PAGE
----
20160922

DALLAS

"'Dallas' became the most successful television show of its time," Patrick Duffy remembered. Of its popularity, Larry Hagman believed, "This is television’s equivalent to those supermarket novels. Something’s happening every minute." Barbara Carrera conceded, "Something like 19 million Americans saw me in 'Never Say Never Again', but at least 30 million people in America alone will see me in 'Dallas' – week after week."

One distributor observed, "I think American programs in general do very well overseas. 'Dallas' is very much in demand and it's loved by just about everybody who watches it." On 'Dallas', Patrick played Bobby Ewing, "I would say I'm about 85% me in his makeup and there's 15% fiction." Charlene Tilton was convinced, "Some of the things I have learned from the roles I have played have helped me as a person. I don't think you can separate the two things in this business."

The distributor disclosed in 1983, "When Fran├žois Mitterrand became President of France, they dropped a lot of American programing, but 'Dallas' stayed. It was just too popular. In Germany the government has been critical of 'Dallas', but it's still the 1st or 2nd most popular show. Historically, the less talk the easier a show is to sell. The more the dialog the more you have to dub." Larry Hagman contributed the success of the series to "oil, that's the international currency. It's not the dollar. It's not the euro. It's oil."

Back in October 1977, Patrick Duffy spoke to David Houston. "I was born and raised in a totally non-science-fiction background (in Townsend, Montana)," he recounted. "The high points of my childhood were hunting trips with my father – at about 12 and 13 years old (Patrick was born in 1949). I lived in a place in the back of a bar and worked on a ranch of a friend of ours. That part of my life was very rural and farm-like. We moved to Seattle when I was around 13 (in 1962), and from then on things began to get more city-oriented for me. I started picking up sports in school – track, pole-vaulting, football. I was never any good at basketball. I was tall, but somehow I just couldn’t handle it. And I didn’t go out for baseball.

"I played football in high school until my junior year, and then I quit and became a cheerleader. Well, I found out I didn't like getting hurt. I just did it on a whim at first, but I found that I liked that atmosphere – being out in front of all those people. That plus the encouragement I got from my drama teacher led to my decision to go into theater. I did one play in junior high school called 'He Tried with His Boots On'. It was a total farce. One of your real heavy junior high plays, a western.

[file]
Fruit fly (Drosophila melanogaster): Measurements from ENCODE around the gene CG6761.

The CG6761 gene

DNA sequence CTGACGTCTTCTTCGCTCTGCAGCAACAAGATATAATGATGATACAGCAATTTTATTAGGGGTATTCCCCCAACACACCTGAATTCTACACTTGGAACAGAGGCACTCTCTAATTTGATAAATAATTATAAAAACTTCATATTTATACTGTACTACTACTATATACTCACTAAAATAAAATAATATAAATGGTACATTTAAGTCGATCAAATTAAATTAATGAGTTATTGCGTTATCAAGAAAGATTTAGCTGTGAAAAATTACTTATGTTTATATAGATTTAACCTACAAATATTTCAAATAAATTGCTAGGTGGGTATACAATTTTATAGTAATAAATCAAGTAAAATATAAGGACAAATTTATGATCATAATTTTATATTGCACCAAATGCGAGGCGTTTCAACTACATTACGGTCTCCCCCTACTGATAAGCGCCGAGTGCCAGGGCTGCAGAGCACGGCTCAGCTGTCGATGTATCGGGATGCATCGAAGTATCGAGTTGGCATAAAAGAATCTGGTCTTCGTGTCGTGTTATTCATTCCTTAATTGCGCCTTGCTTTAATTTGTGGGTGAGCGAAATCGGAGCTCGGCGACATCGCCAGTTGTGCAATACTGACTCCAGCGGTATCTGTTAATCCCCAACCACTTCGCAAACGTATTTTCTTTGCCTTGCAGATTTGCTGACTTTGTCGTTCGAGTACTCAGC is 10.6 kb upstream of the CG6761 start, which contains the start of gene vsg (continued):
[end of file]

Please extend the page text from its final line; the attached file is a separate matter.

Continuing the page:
"Coincidentally, at the time my high school drama coach was trying to instill in me the confidence that I could probably make a go of it, a brand new program was being instituted in the State of Washington, called The Professional Actors' Training Program. Two men, renowned and reputable in the business, got a large grant and auditioned thousands, picked 12, and enrolled them in a 4-year intensive training program at the University of Washington. I was one of those 12 people.

"For the next 4 years, I was in this constant regime of 9:00 in the morning to 4:00 in the afternoon – fencing, juggling, voice, speech, training, circus techniques, singing, combat, anything that involved the acting side of theater. After classes, we came back in the evenings and either performed or rehearsed for the next play. In the summers, we were hired to do full summer-stock like seasons of usually about 5 plays and 2 children's shows.

"Also during that training program I collaborated with a man from 'The Seattle Times' on a series involving me as an actor-in-residence for the State. Like with the symphony, the ballet, the opera, I would write a program for school audiences to accompany visiting symphonies and ballets, to integrate the classics into the school programs.

"The last year of the program I ruptured my vocal cords and had to go on intensive care. I was doing an opera. I don't really sing, but I can belt out a song. I got laryngitis and rather than stop I kept on going and slowly the blood vessels started erupting. One day it all went ka-fatz and everything broke. That's around the time I met my wife. She was a ballerina with a ballet company I was narrating for. I was still recovering, but for that I could use a microphone.

"She whisked me off to New York. She said, 'You want to be an actor? Well, get off your ass and get out of Seattle!' She was actually right. In New York I did an off-Broadway play called 'Natural Affection', a very good William Inge play. I write to some people I knew who got some agents to come and see me. And that's how I got my agent, Joan Scott. At the same time, I was teaching a class in mime and a class in corrective exercises with my wife's ballet company – when her company opened up a workshop in Seattle. So I went back to Seattle. At that time, my agent opened up offices in Los Angeles. She called me in Seattle and suggested I try Hollywood."

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